The so-called transition has been glacial when it should have been easiest, yet many believe that in fewer than 28 years we’re going to reach net zero.
Labor has promised to cut power bills by $275 a year by 2025, perhaps without looking at what’s happened to energy prices in Germany, the large nation furthest along the path to net zero. After 20 years of its energy-transition policy, almost half of Germany’s electricity is generated by renewable energy, and its power prices are more than double those in the US, and 50 per cent more than in Australia. Yet Germany has had to keep – and maintain – most of its gas and coal power stations because solar panels in cloudy Germany produce energy only about 12 per cent of the time, Smil says.
The transition could peter out even sooner in transport, which produces as much CO2 emissions as electricity generation. Demand for electric cars is growing rapidly, but they still make up less than 1 per cent of world’s car fleet.
“A single EV battery weighs in at about 1000 pounds (450kg). Its fabrication requires digging up roughly 500,000 pounds of materials somewhere,” Mills also pointed out.
As activist Michael Moore argues in his recent documentary Planet of the Humans, the impact on the natural environment, which the Green movement ostensibly wants to protect, of flipping the other 99 per cent to electric would be devastating.
It won’t even get to that point: already the price of lithium, a critical mineral in the manufacture of batteries, has soared over 600 per cent in the past 12 months. Battery prices are rising already.
And the shift to renewable energy will undermine US and Australian security to the extent their economies become dependent on critical minerals, which are found in large quantities in China or Russia. The corrupt central African nation of Congo supplies two thirds of the world’s cobalt, also critical for batteries.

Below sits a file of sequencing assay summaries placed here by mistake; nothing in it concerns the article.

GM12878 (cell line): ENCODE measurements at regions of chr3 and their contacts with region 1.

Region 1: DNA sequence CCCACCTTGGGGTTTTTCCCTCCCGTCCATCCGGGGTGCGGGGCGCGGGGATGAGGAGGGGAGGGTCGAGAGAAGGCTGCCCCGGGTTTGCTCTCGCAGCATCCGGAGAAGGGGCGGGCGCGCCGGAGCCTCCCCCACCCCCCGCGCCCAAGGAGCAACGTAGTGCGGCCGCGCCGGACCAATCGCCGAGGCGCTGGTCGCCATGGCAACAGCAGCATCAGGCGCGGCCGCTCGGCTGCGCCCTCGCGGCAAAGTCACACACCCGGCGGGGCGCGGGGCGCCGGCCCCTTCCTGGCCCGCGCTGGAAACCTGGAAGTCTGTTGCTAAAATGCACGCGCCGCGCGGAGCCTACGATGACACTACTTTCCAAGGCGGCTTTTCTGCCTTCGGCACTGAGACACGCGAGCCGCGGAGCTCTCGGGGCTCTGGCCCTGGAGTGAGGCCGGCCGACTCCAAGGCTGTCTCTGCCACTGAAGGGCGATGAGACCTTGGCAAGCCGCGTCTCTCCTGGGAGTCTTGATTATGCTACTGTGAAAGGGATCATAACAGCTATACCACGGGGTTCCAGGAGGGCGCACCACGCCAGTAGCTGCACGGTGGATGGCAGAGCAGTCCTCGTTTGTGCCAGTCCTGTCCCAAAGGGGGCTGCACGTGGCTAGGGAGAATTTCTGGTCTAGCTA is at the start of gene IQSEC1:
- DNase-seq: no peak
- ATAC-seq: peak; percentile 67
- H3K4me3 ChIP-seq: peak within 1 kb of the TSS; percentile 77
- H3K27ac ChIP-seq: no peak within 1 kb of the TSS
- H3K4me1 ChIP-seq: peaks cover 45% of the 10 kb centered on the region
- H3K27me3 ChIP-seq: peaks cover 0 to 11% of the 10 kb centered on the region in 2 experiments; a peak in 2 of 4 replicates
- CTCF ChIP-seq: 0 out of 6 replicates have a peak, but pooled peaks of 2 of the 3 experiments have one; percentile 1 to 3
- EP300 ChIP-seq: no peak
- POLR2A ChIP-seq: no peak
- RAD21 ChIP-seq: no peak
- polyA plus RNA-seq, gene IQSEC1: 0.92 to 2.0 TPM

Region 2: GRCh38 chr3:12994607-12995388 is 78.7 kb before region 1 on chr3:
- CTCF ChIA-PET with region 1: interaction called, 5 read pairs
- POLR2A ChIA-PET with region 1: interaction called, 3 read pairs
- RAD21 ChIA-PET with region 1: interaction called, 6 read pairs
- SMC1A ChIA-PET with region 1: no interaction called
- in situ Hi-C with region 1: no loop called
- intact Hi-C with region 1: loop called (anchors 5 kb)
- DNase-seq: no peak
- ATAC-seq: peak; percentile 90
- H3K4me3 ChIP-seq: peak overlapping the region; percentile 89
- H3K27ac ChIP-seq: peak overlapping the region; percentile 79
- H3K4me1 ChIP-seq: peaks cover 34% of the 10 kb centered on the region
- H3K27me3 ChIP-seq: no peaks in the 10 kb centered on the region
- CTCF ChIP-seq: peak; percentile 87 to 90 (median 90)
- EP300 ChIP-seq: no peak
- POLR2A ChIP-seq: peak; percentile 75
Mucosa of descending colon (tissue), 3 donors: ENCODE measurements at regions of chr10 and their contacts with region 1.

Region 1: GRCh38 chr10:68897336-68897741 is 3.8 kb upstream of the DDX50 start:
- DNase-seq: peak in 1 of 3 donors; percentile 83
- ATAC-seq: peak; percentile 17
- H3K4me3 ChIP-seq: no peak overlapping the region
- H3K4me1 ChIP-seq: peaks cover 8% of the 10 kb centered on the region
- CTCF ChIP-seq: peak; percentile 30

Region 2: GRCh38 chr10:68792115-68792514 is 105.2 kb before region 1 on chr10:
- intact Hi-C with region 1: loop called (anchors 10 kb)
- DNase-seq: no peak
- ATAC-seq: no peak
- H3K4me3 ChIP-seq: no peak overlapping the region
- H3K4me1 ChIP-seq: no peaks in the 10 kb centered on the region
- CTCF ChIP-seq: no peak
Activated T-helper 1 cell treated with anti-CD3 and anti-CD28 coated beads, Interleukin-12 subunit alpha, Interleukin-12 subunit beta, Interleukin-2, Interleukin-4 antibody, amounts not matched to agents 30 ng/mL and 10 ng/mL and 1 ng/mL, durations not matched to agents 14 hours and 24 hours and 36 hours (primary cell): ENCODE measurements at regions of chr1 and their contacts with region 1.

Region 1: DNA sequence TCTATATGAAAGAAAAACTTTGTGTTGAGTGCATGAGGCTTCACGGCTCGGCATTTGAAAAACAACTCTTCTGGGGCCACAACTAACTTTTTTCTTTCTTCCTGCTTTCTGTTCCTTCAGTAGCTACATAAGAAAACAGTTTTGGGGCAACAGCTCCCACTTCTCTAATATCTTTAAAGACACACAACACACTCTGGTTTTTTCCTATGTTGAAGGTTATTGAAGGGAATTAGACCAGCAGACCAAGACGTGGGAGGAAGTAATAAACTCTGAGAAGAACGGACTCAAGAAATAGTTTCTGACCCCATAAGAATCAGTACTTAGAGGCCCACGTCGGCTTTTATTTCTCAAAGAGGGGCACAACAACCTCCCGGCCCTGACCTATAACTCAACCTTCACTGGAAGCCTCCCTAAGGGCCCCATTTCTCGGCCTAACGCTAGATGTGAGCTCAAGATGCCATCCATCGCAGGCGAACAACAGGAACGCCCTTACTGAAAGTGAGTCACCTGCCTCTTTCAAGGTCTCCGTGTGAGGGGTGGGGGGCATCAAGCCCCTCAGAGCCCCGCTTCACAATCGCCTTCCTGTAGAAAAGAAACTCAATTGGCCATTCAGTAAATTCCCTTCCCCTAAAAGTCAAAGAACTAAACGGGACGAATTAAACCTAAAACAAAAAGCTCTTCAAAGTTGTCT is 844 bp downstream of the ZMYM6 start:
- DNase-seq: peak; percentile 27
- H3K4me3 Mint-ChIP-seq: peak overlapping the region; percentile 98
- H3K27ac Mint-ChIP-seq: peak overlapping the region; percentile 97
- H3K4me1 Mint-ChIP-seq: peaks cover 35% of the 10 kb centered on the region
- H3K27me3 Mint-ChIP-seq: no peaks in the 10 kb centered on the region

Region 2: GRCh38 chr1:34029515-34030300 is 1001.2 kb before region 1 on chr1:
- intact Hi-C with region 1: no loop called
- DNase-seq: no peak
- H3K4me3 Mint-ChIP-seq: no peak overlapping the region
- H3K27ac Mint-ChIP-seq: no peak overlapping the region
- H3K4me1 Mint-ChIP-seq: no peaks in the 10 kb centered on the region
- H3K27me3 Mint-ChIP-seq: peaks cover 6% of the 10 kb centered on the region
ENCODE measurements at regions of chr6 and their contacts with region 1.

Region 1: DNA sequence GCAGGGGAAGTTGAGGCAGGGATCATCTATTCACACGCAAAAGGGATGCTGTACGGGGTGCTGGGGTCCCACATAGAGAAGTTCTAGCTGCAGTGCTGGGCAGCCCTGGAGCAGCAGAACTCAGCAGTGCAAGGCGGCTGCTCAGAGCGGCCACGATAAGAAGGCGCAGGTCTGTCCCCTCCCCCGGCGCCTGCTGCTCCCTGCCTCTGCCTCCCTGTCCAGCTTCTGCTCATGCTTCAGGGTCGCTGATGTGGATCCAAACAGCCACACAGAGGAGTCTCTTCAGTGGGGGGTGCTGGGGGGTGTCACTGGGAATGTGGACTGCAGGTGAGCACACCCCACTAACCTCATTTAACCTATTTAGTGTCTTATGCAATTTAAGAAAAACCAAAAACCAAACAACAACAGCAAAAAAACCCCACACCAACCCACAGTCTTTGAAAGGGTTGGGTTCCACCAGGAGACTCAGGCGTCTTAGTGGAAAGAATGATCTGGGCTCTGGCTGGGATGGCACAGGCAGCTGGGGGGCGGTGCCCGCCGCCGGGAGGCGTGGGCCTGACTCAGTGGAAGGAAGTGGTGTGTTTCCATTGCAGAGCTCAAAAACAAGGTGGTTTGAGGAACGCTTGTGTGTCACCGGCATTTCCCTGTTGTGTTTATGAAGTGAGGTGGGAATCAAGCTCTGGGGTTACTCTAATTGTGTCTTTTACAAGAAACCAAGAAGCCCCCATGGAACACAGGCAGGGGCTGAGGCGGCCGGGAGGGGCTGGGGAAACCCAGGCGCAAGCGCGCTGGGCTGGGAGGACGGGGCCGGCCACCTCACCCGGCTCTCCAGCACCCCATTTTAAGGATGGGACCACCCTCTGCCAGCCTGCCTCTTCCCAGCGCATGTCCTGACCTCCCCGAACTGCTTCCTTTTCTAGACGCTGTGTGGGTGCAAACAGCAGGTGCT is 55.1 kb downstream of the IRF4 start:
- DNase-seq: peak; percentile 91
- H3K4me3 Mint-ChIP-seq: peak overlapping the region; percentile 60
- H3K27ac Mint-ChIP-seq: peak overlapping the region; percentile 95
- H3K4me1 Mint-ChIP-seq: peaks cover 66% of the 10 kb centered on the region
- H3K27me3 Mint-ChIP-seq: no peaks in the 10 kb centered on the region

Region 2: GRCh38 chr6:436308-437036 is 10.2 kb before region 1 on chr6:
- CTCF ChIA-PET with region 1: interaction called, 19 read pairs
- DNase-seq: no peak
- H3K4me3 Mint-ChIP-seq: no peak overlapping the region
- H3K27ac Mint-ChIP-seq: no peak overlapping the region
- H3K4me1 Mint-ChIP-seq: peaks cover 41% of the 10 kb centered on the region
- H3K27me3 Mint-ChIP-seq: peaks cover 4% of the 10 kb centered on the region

At the same time, Russia’s invasion of Ukraine has injected a giant dose of energy realism into the world. A heightened risk of war, which could last years, isn’t the time to be risking blackouts and political unrest from massive power price hikes, especially when the US and Australia already have plentiful fossil fuels.
When the reality of the push for a 100 per cent renewable future dawns, the popularity of the enterprise will wane. Ultimately, governments care mainly about voter sentiment. It will become clear that severe restrictions on travel and meat consumption, for instance, even “climate lockdowns”, will be necessary to reach net-zero targets.
Even if the advanced nations could somehow get there, the rest of the world, where the bulk of people live, would not.
“When the world’s four billion poor people increase energy use to just one-third of Europe’s per capita level, global demand rises by an amount equal to twice America’s total consumption,” Mills added.
Africa’s and India’s growth won’t be fuelled by solar and wind power, but by coal, oil and gas.
Without a significant increase in nuclear power, vigorously opposed by Australia’s Greens and Labor, the world’s emissions targets don’t have a hope. At least the Biden administration, unlike the Labor government, recognises that obvious fact.”